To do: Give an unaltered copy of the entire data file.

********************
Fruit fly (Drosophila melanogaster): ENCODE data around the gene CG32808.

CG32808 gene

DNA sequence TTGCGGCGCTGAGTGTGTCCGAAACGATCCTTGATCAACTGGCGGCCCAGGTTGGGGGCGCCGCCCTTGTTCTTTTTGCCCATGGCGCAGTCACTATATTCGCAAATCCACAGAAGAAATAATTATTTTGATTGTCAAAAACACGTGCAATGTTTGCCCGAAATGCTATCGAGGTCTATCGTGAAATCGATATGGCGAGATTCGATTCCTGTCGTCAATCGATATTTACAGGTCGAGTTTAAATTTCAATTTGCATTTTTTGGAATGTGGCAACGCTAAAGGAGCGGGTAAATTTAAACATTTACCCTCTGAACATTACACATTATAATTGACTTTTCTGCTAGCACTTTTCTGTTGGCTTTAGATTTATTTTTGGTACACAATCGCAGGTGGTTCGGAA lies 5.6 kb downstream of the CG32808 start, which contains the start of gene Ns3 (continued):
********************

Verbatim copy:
Fruit fly (Drosophila melanogaster): ENCODE data around the gene CG32808.

CG32808 gene

DNA sequence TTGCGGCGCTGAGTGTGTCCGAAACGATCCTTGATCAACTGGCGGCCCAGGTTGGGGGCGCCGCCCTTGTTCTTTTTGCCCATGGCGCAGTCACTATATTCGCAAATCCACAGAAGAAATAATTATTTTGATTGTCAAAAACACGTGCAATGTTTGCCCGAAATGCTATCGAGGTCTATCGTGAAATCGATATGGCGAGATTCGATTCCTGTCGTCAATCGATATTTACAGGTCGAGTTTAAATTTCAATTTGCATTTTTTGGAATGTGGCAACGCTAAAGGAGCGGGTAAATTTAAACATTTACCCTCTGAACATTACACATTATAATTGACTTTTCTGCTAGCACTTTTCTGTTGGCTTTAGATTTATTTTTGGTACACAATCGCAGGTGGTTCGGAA lies 5.6 kb downstream of the CG32808 start, which contains the start of gene Ns3 (continued):